The Sunday Salon: Celebrating Elizabeth Taylor’s Centenary in 2012

I love the word, “centenary,” defined as:

1. of or pertaining to a period of 100 years.
2. recurring once in every 100 years: a centenary celebration.

In American English we use “centennial” more often, but I prefer “centenary” mostly because of the way it sounds when spoken by a BBC radio presenter (“[sen-tee-nuh-ree]”).

So anyway.  There’s a centenary coming in 2012, and it involves one of my favorite authors: Elizabeth Taylor, the British novelist.  I learned of this milestone a while ago when dovegreyreader wrote, “2012 will be the centenary of Elizabeth Taylor’s birth and so I thought I would gently make my way through the books again in preparation. Not as a chore or a challenge, more a pleasurable meander much better suited to a writer whose books I find it impossible to rush”

I thought to myself, “ooh, yes, I’d like to do the same.” To get started, I took a “pleasurable meander” through my LibraryThing catalog to see which books I own, and which ones I haven’t read yet.  Elizabeth Taylor published 17 books: 12 novels & 5 collections of short stories.  The list below is in order of publication; details of each book are available  via the above link to my catalog.  In the list, a ✓ shows those I’ve read (reviews can be found on my Elizabeth Taylor page), and ✹ denotes books I own but have yet to read.

  • At Mrs. Lippincote’s (1945) ✓
  • Palladian (1946)  ✓
  • A View of the Harbour (1947) ✓
  • A Wreath of Roses (1949)
  • A Game of Hide and Seek (1951) ✹
  • The Sleeping Beauty (1953) ✹
  • Hester Lilly (1954) – short stories
  • Angel  ✹
  • The Blush and Other Stories (1958) – short stories
  • In a Summer Season (1961) ✓
  • The Soul of Kindness (1964) ✹
  • A Dedicated Man and Other Stories (1965) – short stories
  • The Wedding Group (1968)
  • Mrs Palfrey at the Claremont (1971) ✓
  • The Devastating Boys (1972) – short stories
  • Blaming (1976) ✹
  • Dangerous Calm (1995)  – short stories

With 7 unread books on my shelves, I have plenty of opportunity to honor Elizabeth Taylor by reading her work in 2012.  But why not do so in the company of friends?  I’ve invited members of the LibraryThing Virago Modern Classics Group to celebrate along with me.  We will read and discuss one book each month during 2012.  Books will be chosen quarterly via an online poll.  I’m going to set up the polls in a way that has us reading somewhat chronologically.

I like the idea of focusing on an author over a year’s time (similar to my 2011 Iris Murdoch project, which I’ll write more about soon).  And I’m so excited about reading Elizabeth Taylor, I’ve decided to read The Soul of Kindness next month, even though it might end up being chosen for a group read later.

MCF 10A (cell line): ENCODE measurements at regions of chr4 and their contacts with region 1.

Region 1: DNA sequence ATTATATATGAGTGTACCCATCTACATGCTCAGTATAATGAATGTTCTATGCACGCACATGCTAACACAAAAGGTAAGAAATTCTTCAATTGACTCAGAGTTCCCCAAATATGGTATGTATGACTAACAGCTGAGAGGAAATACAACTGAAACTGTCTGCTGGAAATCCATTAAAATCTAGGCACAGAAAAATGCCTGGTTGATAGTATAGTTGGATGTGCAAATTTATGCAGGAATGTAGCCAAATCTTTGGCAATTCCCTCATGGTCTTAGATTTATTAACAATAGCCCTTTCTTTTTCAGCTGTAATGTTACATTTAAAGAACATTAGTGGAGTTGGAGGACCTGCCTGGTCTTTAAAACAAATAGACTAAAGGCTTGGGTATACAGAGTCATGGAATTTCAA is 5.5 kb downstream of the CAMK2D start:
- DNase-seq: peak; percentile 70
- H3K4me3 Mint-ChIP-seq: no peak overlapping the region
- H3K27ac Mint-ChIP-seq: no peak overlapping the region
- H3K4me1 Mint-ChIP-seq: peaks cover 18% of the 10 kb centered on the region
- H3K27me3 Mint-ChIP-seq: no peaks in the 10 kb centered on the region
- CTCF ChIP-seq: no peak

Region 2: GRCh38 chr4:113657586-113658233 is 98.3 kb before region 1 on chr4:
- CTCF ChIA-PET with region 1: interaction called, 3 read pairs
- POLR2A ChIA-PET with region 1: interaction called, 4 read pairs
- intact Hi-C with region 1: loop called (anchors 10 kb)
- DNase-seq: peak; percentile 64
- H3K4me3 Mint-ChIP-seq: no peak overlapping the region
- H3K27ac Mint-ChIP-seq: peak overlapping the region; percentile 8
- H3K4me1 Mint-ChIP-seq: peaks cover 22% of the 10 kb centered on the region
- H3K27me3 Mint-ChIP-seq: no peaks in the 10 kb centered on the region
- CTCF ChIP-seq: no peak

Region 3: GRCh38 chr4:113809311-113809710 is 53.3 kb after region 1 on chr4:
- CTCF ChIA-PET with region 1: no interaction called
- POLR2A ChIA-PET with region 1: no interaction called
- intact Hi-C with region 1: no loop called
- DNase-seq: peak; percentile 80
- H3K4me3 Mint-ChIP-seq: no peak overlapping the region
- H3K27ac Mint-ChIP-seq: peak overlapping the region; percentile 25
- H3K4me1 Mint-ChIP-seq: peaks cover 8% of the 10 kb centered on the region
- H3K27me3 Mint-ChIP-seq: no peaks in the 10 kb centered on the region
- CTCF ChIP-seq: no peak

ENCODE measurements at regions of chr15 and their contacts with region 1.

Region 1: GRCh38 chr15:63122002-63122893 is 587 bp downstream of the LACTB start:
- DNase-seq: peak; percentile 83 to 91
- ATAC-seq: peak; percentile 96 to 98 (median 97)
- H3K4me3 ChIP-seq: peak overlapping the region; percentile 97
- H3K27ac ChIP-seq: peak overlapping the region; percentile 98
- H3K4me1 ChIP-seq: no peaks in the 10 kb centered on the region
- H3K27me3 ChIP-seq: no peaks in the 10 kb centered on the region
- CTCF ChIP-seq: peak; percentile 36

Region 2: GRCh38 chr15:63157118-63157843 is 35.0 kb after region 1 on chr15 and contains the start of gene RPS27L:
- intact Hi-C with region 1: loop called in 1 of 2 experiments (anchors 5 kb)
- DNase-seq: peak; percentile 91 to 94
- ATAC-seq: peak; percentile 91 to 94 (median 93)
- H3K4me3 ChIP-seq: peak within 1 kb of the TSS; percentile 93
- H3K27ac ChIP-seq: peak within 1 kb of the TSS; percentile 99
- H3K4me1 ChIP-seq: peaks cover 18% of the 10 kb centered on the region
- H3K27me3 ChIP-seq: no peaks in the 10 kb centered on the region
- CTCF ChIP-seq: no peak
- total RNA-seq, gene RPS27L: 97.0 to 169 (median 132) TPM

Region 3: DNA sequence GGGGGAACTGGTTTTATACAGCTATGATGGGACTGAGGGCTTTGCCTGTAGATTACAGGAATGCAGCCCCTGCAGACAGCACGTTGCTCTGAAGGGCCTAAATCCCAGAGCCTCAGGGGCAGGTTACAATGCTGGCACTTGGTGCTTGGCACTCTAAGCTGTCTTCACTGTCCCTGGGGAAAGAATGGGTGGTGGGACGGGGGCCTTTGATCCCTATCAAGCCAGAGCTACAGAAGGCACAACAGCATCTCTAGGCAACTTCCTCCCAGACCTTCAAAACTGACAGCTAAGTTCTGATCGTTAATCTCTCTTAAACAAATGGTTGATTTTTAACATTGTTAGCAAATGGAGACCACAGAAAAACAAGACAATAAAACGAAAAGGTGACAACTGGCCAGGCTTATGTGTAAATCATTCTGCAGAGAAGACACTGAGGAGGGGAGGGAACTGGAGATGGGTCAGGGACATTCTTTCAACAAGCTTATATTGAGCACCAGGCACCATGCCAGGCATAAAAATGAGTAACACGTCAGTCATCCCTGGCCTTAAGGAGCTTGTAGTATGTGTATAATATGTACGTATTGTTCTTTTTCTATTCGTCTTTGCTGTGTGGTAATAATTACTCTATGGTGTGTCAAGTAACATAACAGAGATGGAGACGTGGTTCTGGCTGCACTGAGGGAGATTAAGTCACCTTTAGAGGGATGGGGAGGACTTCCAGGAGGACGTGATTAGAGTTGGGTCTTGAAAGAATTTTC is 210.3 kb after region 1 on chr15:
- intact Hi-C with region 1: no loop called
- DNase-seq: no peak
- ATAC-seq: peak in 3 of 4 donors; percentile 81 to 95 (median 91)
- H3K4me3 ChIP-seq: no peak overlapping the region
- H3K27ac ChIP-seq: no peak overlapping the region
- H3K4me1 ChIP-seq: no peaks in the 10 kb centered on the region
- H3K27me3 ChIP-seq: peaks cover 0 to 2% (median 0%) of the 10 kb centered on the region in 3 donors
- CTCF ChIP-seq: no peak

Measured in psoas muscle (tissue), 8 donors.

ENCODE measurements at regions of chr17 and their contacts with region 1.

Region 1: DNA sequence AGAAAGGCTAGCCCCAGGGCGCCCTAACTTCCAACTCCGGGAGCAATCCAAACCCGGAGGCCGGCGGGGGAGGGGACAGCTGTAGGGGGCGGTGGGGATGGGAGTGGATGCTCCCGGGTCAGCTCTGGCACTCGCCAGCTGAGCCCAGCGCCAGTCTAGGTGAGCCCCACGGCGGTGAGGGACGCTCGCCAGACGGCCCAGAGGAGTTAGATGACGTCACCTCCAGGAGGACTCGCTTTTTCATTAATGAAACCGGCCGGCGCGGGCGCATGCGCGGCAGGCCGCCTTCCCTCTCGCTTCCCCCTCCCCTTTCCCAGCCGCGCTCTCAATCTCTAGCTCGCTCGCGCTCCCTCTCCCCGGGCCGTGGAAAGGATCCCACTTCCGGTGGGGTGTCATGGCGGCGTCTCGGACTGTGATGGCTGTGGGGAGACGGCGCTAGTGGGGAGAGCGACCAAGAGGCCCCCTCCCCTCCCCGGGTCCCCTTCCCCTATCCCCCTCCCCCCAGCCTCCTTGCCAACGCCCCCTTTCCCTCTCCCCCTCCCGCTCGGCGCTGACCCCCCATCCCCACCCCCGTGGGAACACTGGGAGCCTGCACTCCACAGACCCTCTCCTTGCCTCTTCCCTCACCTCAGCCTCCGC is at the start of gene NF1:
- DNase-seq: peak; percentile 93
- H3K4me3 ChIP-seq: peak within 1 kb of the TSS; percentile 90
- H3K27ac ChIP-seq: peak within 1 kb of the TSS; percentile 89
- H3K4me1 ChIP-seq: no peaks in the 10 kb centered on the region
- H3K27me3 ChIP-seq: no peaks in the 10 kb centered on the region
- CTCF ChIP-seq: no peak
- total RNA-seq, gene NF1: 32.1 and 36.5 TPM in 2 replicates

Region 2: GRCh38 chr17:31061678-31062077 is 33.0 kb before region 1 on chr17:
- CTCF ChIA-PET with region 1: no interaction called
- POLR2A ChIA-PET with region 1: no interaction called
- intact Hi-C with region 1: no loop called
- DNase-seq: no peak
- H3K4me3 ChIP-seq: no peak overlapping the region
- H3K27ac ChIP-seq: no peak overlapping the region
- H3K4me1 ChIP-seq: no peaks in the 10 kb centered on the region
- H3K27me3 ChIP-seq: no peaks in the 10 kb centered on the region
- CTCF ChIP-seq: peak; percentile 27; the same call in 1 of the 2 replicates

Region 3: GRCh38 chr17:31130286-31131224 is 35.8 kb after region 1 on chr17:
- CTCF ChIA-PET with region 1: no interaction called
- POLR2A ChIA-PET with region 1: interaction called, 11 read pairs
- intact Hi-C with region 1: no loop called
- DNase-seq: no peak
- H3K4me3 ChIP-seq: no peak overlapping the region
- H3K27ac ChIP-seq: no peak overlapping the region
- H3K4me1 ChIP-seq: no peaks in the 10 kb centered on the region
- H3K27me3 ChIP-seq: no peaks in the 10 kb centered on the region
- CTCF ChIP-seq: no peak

I recognize the voting process may also result in reading books I don’t own.  Is that a problem?  Heck no!  Since all of Taylor’s work is available in Virago Modern Classics editions, and since Virago plans to re-issue some of her books in 2012, I have an excuse (as if I needed one) to expand my collection!

If you’d like to read more Elizabeth Taylor, or discover her work, I hope you’ll consider joining the LibraryThing Virago Modern Classics Group.  I also plan to publish the voting results here and if I really get my act together, I’ll post about the group reads as well.

I hope you’ll join me next year to honor a wonderful author!


Read more from The Sunday Salon here.

6 thoughts on “The Sunday Salon: Celebrating Elizabeth Taylor’s Centenary in 2012

  1. It is a wonderful time to be an admirer of Taylor’s writing and what a great idea to have some read-alongs! I’ll be keeping an eye out for the titles chosen and will definitely be joining in for at least some of them. Her collection of short stories are being reprinted as well so that is something else to look forward to.

  2. Pingback: Most recent Elizabeth Taylor Videos | Today's Top News

  3. You already know that I’m in. Such a fabulous project! And I spent a good 15 minutes staring at my shelves today, trying to locate the lovely Persephone biography, but to no avail. I should try looking for another book completely, and then it will show itself I’m sure.

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